Leg­is­la­tion aims to clear up prop­erty divi­sion rules

Com­mon-law cou­ples de­serve con­sis­tent laws deal­ing with sep­a­ra­tion, Gan­ley says

Calgary Herald - - CITY + REGION - CLARE CLANCY [email protected]­media.com twit­ter.com/clare­clancy

Un­mar­ried cou­ples in the process of split­ting up will have clear-cut prop­erty divi­sion rules un­der new leg­is­la­tion tabled Wed­nes­day.

Cur­rently no such rules ex­ist, and com­mon-law part­ners face costly and time-con­sum­ing le­gal bat­tles to di­vide prop­erty after a breakup, said Jus­tice Min­is­ter Kath­leen Gan­ley.

“Many un­mar­ried cou­ples be­lieve that Al­berta al­ready has clear laws for fairly di­vid­ing prop­erty if a re­la­tion­ship breaks down,” she said at a news con­fer­ence. “Peo­ple de­serve clear and con­sis­tent rules that treat all cou­ples fairly.”

The bill ap­plies to un­mar­ried cou­ples who qual­ify as “adult in­ter­de­pen­dent part­ners,” re­fer­ring to peo­ple who live to­gether for at least three years, or have a child and a re­la­tion­ship with some per­ma­nence, or have en­tered into a part­ner agree­ment.

Lau­rie Allen, part­ner at Allen Hryniuk Law Firm, said le­gal dis­putes when com­mon-law re­la­tion­ships end can last for years.

“We’re book­ing tri­als in 2020 now, that’s be­cause the court sys­tem is over­whelmed with lit­i­ga­tion,” Allen said. “In my ex­pe­ri­ence, I haven’t seen a case go from start to fin­ish in any time less than three years and un­der $100,000.”

The new rules would gen­er­ally evenly split prop­erty ac­quired dur­ing a re­la­tion­ship, and part­ners can make the claim within two years of break­ing up. But the leg­is­la­tion also leaves room for cou­ples to draft sep­a­rate agree­ments if they want to opt-out.


Allen said the leg­is­la­tion will be more im­pact­ful on the part­ner who has less prop­erty.

“The un­for­tu­nate so­cial re­al­ity con­tin­ues to be in 2018 that in re­la­tion­ships, men tend to earn a lot more money. Women are more likely to earn less money be­cause of child care,” she said.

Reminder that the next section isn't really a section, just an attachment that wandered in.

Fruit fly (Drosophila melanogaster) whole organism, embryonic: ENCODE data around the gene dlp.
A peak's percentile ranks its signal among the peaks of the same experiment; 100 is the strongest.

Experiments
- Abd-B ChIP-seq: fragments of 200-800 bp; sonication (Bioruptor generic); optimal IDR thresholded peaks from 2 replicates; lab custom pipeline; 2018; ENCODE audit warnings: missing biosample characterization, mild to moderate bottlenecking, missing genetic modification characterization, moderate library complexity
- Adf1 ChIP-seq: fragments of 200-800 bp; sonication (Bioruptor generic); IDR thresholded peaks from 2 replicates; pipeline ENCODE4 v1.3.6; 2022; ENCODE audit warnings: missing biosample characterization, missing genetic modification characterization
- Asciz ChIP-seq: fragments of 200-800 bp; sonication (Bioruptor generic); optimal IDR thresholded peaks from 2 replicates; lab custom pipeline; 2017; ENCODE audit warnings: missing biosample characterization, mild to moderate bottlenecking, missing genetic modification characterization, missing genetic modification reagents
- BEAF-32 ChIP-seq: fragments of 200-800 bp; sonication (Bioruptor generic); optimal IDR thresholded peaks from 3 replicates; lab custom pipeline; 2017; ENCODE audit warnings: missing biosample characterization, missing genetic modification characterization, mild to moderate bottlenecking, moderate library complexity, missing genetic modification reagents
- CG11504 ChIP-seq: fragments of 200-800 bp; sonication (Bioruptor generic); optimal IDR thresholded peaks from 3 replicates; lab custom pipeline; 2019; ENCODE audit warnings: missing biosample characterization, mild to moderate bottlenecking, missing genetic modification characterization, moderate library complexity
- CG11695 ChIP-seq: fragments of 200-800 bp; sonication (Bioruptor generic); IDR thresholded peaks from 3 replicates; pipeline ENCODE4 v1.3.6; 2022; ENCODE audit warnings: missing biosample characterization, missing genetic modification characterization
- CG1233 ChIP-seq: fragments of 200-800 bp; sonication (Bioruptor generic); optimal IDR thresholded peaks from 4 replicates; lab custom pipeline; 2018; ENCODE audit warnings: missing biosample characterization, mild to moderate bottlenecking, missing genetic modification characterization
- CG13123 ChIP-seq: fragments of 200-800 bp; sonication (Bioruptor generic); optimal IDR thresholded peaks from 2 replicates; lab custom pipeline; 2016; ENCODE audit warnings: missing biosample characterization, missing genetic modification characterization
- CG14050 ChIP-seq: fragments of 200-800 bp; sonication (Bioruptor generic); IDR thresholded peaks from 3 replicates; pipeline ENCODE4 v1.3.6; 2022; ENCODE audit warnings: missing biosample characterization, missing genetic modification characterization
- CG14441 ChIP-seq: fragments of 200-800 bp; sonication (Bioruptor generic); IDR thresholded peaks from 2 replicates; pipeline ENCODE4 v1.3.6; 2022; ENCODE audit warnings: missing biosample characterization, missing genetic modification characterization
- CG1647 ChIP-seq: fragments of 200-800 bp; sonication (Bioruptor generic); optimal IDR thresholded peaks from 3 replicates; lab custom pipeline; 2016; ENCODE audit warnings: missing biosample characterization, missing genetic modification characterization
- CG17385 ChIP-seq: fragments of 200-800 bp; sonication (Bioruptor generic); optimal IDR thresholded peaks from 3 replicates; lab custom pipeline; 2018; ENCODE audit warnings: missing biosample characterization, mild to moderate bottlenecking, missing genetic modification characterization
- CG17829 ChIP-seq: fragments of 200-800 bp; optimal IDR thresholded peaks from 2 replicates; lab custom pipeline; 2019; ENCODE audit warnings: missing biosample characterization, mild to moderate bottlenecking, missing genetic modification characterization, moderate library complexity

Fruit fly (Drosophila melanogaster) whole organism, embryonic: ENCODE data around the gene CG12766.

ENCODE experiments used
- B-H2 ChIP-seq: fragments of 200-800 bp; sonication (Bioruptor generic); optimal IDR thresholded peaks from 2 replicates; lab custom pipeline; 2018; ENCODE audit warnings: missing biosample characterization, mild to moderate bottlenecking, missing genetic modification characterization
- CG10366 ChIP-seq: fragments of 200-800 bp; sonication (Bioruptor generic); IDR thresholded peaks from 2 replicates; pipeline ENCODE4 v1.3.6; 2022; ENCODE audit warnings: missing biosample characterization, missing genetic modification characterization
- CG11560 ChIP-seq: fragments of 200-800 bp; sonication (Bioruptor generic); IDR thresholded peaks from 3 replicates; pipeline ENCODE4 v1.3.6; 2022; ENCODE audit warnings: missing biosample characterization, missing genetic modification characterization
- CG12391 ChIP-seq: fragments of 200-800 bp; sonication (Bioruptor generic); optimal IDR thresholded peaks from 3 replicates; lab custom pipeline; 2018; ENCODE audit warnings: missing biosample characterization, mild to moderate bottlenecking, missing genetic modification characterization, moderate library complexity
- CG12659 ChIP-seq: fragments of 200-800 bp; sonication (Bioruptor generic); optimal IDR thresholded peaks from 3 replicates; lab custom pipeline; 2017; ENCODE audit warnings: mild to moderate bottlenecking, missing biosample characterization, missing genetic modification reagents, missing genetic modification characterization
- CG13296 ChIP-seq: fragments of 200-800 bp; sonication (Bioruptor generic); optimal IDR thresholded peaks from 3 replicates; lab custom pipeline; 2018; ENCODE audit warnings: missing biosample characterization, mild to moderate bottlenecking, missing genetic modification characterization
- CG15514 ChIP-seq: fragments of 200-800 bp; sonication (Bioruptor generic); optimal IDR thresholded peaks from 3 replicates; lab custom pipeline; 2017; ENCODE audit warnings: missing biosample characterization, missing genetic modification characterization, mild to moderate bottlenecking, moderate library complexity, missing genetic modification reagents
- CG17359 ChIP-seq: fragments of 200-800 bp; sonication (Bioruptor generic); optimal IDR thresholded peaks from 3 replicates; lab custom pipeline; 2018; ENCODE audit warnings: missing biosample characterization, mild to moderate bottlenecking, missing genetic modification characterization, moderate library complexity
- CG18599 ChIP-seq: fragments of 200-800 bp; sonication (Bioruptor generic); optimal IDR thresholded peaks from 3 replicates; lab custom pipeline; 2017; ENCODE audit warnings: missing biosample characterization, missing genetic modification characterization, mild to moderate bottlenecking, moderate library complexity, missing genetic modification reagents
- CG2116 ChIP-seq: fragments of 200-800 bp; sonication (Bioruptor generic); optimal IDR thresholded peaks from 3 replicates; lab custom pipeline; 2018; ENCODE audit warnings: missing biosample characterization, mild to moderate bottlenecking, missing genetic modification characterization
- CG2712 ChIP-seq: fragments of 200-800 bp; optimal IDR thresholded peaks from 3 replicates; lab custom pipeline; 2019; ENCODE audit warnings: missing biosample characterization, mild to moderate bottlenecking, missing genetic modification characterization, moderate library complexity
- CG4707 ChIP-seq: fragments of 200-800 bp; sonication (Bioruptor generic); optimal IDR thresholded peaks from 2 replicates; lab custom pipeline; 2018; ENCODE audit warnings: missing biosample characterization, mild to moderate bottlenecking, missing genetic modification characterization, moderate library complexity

“The fact is in the over­whelm­ing num­ber of ... het­ero­sex­ual cou­ples, it will be the woman say­ing ‘I don’t have any as­sets in my name, we’ve been to­gether 20 years.’”

In same-sex cou­ples, often one part­ner will have ac­cu­mu­lated the lion’s share of the prop­erty, she added.

“It can be a very de­mean­ing process for the spouse who is less eco­nom­i­cally pow­er­ful.”

The Cana­dian Bar As­so­ci­a­tion has long been con­cerned about the “leg­isla­tive gap,” said Frank Friesacher, pres­i­dent of the Al­berta branch.

More than 300,000 Al­ber­tans are in com­mon-law re­la­tion­ships ac­cord­ing to the lat­est cen­sus data, he said.

“Cur­rently the law re­quires the judge to an­a­lyze in de­tail who con­trib­uted what through­out the re­la­tion­ship, often years after the fact,” Friesacher said. “Some may choose to set­tle for far less than their fair share, or to not pur­sue a claim at all.”

Other ju­ris­dic­tions with sim­i­lar laws to Al­berta’s new leg­is­la­tion in­clude Bri­tish Columbia, Man­i­toba, North­west Ter­ri­to­ries, Nova Sco­tia, Nu­navut, Que­bec and Saskatchewan.

If passed, the act would take ef­fect Jan. 1, 2020. The dead­line will al­low time for a pub­lic aware­ness cam­paign, Gan­ley said.

The pro­posed leg­is­la­tion also re­peals the Mar­ried Women’s Act, an an­ti­quated bill en­acted in 1922 that made it pos­si­ble for mar­ried women to as­sert their prop­erty rights in­de­pen­dently of their hus­bands.

“It high­lights, too, how far we’ve come,” Gan­ley said.

The bill also amends the el­i­gi­bil­ity cri­te­ria for adult child sup­port so that for­mer com­mon-law part­ners can more eas­ily make claims for their chil­dren with dis­abil­i­ties.

Pre­vi­ously, the Fam­ily Law Act lim­ited child sup­port claims to adults be­tween 18 and 22 years of age, or full-time stu­dents. The pro­posed bill brings that piece of leg­is­la­tion in line with what was out­lined in the fed­eral Divorce Act, mean­ing fam­ily law claims can be made in sup­port of adult chil­dren who need care be­cause of ill­ness, dis­abil­ity or other causes.

“It’s been a re­ally long, hard bat­tle to reach this mo­ment,” said Christina Ryan, who said her 19-year-old daugh­ter con­tin­ues to need sup­port be­cause of dis­abil­i­ties. “Pre­vi­ously, fam­i­lies like mine fell through the cracks.”

Those changes would come into ef­fect when the bill gets royal as­sent.


Al­berta Jus­tice Min­is­ter Kath­leen Gan­ley says new pro­vin­cial leg­is­la­tion is de­signed to make the law clear on prop­erty divi­sion be­tween com­mon-law cou­ples who have split up.


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